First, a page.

Anyway, a few stats… we ran 4.5 miles in 46 minutes, walking for the ninth minute out of every ten, or when I didn’t feel like running down hill. I actually don’t mind running UP hills. It’s the downhills that always killed my IT band so I am suspicious of them.  That’s around a 10 minute pace, which was totally fine by me.

I was a bit sore on Sunday on my left side. This wasn’t a big surprise since that was the side more recently incapacitated by surgery and we didn’t take as many rest breaks. Sometimes I wonder if I’ll ever be balanced (insert unbalanced joke here) but it’s a good reminder that I’m not out of the woods yet. More strength training! More fun with the balance disc! More trying to figure out exactly what my “core” consists of (I think it’s that area between your neck and ankles… yeah, work more on that…)!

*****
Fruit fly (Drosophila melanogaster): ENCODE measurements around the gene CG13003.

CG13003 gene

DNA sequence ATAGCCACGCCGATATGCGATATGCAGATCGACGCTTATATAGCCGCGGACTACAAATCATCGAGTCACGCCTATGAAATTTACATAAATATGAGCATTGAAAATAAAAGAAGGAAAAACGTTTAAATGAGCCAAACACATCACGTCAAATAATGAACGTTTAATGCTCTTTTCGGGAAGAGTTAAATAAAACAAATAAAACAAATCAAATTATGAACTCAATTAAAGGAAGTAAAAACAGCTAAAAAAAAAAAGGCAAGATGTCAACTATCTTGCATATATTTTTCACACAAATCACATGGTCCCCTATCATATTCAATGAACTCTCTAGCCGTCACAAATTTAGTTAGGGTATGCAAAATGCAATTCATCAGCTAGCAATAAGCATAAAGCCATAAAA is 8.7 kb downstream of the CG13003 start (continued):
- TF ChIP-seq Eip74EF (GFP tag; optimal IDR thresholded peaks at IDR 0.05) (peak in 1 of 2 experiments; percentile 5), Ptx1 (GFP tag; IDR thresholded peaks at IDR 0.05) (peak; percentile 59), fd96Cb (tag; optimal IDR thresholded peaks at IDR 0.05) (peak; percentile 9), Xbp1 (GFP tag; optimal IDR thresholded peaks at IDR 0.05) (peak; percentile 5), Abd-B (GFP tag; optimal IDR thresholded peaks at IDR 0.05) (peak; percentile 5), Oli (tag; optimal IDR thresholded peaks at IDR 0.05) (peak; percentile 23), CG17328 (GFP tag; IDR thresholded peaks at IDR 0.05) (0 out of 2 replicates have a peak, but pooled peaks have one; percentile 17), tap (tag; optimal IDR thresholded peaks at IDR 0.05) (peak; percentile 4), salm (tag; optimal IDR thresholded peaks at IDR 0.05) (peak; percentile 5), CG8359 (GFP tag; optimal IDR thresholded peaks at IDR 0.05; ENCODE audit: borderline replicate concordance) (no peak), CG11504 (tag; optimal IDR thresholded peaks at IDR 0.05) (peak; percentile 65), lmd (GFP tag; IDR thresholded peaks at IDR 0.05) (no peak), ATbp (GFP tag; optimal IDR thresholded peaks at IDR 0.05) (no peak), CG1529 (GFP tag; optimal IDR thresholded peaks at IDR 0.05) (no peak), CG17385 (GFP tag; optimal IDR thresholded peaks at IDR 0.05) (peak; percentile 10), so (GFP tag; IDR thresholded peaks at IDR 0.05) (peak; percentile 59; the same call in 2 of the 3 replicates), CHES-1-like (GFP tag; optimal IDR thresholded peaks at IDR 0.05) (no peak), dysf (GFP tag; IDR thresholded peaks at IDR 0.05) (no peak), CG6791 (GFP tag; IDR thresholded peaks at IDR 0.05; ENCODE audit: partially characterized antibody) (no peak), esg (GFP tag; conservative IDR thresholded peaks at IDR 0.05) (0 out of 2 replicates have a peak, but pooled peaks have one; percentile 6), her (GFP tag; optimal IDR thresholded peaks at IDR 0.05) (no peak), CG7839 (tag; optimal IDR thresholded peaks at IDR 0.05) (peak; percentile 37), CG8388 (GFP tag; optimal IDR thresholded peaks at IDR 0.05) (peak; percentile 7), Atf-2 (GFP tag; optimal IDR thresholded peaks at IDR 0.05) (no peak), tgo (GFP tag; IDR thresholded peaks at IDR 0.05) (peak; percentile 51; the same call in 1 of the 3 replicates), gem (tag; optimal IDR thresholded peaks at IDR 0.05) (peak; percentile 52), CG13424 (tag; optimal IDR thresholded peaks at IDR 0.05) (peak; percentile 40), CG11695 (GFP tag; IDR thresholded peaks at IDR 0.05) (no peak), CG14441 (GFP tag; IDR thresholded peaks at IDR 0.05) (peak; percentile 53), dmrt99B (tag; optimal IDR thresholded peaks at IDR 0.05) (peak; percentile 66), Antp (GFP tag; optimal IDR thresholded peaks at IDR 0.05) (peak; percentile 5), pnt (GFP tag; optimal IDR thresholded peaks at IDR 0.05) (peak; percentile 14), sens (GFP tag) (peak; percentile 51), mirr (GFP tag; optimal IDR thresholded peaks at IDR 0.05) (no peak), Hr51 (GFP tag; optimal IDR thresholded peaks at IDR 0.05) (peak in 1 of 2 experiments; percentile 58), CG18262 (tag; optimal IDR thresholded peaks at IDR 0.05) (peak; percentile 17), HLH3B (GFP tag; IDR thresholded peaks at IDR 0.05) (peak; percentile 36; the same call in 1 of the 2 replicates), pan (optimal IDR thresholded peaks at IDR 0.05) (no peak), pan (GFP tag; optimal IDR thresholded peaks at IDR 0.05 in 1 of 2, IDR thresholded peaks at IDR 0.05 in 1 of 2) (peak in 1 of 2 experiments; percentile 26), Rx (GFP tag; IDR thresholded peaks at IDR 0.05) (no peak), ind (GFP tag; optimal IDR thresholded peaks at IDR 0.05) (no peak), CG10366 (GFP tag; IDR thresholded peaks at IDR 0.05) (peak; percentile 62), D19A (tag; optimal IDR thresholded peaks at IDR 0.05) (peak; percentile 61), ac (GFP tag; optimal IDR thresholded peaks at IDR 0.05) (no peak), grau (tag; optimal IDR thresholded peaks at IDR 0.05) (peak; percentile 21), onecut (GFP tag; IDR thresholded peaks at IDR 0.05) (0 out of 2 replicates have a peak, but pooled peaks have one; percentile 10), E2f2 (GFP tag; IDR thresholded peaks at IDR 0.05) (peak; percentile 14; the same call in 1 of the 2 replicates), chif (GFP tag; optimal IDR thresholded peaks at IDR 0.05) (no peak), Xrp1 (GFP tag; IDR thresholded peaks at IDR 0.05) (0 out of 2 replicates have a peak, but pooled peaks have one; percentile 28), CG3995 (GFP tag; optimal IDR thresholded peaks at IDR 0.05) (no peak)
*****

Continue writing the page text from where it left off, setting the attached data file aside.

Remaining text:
For now I’m doing the good ol’ recovery routine… rolling, icing, and a swim today. I have two races planned for January if all goes well…. The Resolution Run 5K in Beavercreek  on New Year’s Eve (a favorite, goes right through my old ‘hood) and the ORRRC Splash n’Dash on January 6th, which is a thousand-yard swim and a 5K. I don’t need to rack up a lot of distance yet on the roads and I pledge to try and just ENJOY running anything in the 2-6 mile range at whatever pace I feel like when I feel good.

But I really wouldn’t argue with a warm winter. Or no winter at all. Speaking of which, it’s 65 degrees, the sun is sort of trying to come out and I just might the Mama Gladiators for a slow 4-miler later. Why? Because I can. And that feels so good.


Building a Better Girl